A reader recently argued that if one works to earn a livelihood, then their bhakti is a type of mixed bhakti which cannot be classified as uttamā bhakti. The argument is two fold: 1) harboring ‘faith’ independently in one’s livelihood means bhakti becomes covered, 2) one is not surrendered to Bhagavān, because one does not depend on Him for one’s needs. It follows that only those who give up their livelihood and live by begging (madhukari) alone are uttama bhaktas.
The problem with such strange notions about uttamā bhakti- and many, many people believe in such ideas – is that either they tend to be incoherent without much meaning, or they are not consistent with the definition of uttamā bhakti. Śrī Babaji often says that people talk about uttamā bhakti, and debate and argue about it, but the vast majority of people have not understood the definition, and never will. I can see the truth of his statement more and more. And such misconceptions are also dangerous, because eventually, people become brain-washed enough to quit their jobs, drop out of society, put their dependents into financial misery, and move into temples in the name of becoming uttama bhaktas.
It is crucial to thoroughly learn the definition of uttamā bhakti from a teacher (and not by self-study). I have written three articles on the definition starting with this one based on Babaji’s lectures. Defining uttamā bhakti as living by begging would immediately exclude the topmost devotees in all of existence- the gopīs – resulting in the fault of avyāpti. If one insists that uttama bhakti begins only after one quits one’s job, then such a definition will exclude great bhaktas like Śrī Vidura from being uttama bhaktas. Is Śrī Vidura’s bhakti covered because he is in the employment of a king?
People have romanticized ideas of uttama bhakti, stirred up by stories of the renunciation of the Goswamis. The story goes that they slept under a different tree every night. If that were literally true, they would not have been able to accomplish anything substantial – like writing books or building temples. Did the Goswamis have nothing better to do than find a new tree to sleep under?
Renunciation, in fact, is excluded from uttamā bhakti explicitly by Śrī Rūpa. This is what Śrī Arjuna had set out to do in the battle of the Mahabharata, thinking that renunciation was the greatest thing. But Arjuna got zero sympathy from Śrī Kṛṣṇa for choosing this course of action. His renunciation did not fit the definition of uttamā bhakti – it was not service to Śrī Kṛṣṇa.
There is a reason that Śrī Rūpa Goswami devoted so much effort to defining uttamā bhakti – it is so we guard against misconceptions. One’s whole practice becomes messed up if one does not fully grasp the definition. Laukika karma, like one’s livelihood or taking medicine for sickness, is not mentioned anywhere in the definition. Bhakti becomes covered when one simultaneously has faith in other paths like karma yoga or jñāna yoga. Why? Because these are separate paths from bhakti with separate results. The result of karma yoga is jñāna yoga. The result of jñāna yoga, the path of renunciation, is mukti.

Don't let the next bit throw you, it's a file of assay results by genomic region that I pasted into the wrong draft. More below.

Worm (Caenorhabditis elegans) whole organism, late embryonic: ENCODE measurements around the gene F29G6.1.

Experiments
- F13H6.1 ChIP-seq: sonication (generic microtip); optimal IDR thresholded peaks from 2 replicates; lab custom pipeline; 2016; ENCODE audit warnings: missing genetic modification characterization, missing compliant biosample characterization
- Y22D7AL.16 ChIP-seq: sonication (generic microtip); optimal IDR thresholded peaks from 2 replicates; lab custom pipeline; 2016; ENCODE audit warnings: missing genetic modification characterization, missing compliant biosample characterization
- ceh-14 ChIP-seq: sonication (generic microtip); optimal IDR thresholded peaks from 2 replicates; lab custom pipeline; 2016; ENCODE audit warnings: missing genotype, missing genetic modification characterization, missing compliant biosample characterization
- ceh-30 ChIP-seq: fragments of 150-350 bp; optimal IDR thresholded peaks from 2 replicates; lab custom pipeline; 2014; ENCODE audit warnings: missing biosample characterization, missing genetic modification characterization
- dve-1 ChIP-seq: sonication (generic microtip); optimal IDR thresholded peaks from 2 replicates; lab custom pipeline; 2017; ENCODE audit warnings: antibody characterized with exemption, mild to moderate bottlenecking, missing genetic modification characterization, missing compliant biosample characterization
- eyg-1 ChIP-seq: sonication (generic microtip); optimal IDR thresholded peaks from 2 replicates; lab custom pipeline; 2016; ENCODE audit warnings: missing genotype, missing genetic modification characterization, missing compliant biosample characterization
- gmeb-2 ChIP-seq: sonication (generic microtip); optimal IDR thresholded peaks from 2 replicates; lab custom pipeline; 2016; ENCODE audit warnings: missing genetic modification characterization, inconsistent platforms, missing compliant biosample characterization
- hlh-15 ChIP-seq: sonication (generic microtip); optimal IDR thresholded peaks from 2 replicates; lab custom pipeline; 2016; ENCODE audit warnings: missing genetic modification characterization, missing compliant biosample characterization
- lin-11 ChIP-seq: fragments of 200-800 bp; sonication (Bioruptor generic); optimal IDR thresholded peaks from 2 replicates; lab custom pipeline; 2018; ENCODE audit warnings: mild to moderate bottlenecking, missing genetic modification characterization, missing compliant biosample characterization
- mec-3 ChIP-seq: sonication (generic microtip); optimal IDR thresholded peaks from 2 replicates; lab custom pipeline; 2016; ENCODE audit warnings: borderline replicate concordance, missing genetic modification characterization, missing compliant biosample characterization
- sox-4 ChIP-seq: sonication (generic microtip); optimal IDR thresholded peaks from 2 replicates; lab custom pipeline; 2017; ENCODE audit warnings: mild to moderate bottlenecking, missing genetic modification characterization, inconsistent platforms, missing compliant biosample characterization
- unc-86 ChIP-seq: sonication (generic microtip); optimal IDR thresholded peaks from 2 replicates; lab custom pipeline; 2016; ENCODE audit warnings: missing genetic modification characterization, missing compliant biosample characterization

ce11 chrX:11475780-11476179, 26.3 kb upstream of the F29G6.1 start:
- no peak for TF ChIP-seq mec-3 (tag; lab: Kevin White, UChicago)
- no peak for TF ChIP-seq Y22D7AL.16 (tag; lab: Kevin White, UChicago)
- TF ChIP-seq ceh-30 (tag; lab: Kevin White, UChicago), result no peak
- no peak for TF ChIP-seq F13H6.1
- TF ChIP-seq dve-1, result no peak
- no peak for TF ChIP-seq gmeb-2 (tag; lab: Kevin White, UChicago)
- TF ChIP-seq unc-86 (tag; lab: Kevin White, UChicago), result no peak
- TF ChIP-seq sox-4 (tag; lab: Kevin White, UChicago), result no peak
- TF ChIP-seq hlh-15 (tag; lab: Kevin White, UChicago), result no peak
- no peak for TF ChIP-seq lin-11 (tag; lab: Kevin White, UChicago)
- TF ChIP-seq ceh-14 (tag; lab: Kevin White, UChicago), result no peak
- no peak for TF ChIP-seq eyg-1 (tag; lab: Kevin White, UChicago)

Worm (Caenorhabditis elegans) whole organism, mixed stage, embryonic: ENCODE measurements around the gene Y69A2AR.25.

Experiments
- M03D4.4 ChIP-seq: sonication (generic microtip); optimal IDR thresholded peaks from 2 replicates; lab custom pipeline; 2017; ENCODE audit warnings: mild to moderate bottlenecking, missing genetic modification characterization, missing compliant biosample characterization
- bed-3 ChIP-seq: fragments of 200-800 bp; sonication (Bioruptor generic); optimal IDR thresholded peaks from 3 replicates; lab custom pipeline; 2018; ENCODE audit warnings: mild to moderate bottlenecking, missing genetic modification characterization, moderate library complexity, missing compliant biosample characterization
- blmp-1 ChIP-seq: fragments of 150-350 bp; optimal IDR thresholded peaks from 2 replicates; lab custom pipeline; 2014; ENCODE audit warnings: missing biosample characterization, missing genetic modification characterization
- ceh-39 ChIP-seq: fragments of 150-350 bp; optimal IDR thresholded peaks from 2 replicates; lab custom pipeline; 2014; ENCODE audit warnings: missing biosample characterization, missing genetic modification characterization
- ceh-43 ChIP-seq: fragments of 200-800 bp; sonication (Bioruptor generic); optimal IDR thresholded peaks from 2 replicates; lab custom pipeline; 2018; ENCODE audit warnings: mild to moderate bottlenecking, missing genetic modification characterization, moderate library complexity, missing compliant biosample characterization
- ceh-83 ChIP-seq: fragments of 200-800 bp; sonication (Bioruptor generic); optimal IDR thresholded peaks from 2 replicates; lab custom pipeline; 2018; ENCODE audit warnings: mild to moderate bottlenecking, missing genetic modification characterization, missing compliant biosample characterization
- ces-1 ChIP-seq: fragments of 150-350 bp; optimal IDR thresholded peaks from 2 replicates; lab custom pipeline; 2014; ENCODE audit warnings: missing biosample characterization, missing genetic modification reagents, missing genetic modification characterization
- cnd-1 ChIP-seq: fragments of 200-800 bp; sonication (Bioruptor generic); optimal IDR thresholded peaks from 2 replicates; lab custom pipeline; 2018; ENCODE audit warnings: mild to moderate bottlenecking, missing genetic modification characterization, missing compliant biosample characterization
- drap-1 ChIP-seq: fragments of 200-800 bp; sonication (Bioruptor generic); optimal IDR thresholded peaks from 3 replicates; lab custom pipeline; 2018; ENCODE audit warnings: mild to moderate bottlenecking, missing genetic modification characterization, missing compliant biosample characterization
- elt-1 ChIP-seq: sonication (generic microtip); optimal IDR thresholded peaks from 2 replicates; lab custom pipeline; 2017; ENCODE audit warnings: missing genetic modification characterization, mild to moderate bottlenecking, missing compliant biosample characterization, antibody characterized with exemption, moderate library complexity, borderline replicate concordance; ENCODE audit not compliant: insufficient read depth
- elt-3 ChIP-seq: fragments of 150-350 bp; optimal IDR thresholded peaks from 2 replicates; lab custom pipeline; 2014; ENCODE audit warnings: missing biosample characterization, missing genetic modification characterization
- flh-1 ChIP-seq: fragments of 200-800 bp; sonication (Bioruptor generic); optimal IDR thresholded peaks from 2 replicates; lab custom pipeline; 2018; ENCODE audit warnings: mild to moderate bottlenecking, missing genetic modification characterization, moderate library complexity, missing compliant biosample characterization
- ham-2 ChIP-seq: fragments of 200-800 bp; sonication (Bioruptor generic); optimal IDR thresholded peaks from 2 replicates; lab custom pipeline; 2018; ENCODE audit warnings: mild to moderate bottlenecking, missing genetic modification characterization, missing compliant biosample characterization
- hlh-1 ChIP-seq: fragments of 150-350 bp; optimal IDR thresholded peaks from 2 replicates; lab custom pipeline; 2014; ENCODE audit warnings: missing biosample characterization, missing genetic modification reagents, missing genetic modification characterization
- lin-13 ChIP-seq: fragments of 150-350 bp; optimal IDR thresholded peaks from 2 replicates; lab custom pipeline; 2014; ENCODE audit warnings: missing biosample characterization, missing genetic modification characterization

Surrender is another word that people romanticize. The argument goes that surrender implies full faith that Śrī Kṛṣṇa will protect and provide for oneself. After all, He Himself states, “yoga-kṣemam vahāmy aham” in the Gītā. Śrī Kṛṣṇa says that he likes to serve his bhaktas, but does that now mean that bhaktas should look for or take such service? How does giving up one’s job and letting Śrī Kṛṣṇa provide one’s food, fit into the definition of uttamā bhakti, whose very essence is service to Śrī Kṛṣṇa? Such misconceptions lead to nonsensical conclusions like not taking medicine when one is sick. After all, if an uttama bhakta takes medicine to cure illness, the bhakta has faith in the medicine and not in Śrī Kṛṣṇa.
People argue that the words ‘sarva dharmān partiyajya’ implies renouncing one’s livelihood. Did Arjuna quit his dharma as a warrior after hearing this order from Śrī Kṛṣṇa? Such misuse of verses by giving them meanings not explained by our ācāryas can result in all kinds of misinterpretations, but that gets one nowhere. Ths is why it is crucial to learn these concepts from a teacher. Self-taught pundits wreak havoc in their own lives, and worse, in others’ lives by influencing them.
The word ‘surrender’ does not imply that one should depend on Śrī Kṛṣṇa to provide one’s needs. Surrender for an uttama bhakta means that one resolves to serve Śrī Kṛṣṇa always, and has firm faith that He will protect one’s ability to perform service under all circumstances. Śrī Kṛṣṇa protects one’s bhakti, not necessarily one’s self. Is Abhimanyu not an uttama bhakta? Why did Śrī Kṛṣṇa allow him to die? Was Kṛṣṇa’s own nephew not surrendered enough? And why did Kṛṣṇa not protect His beloved Yādavas when they were killing each other? They must not have been surrendered enough.
It is important to guard against the tendency to concoct ideas that go against the definition of uttamā bhakti. For that, one must first thoroughly understand the definition by learning it humbly from a teacher. Otherwise one’s practices will forever remain mixed and ineffective, and one will take extreme steps like quitting one’s occupation and destabilizing one self totally in the name of uttamā bhakti.
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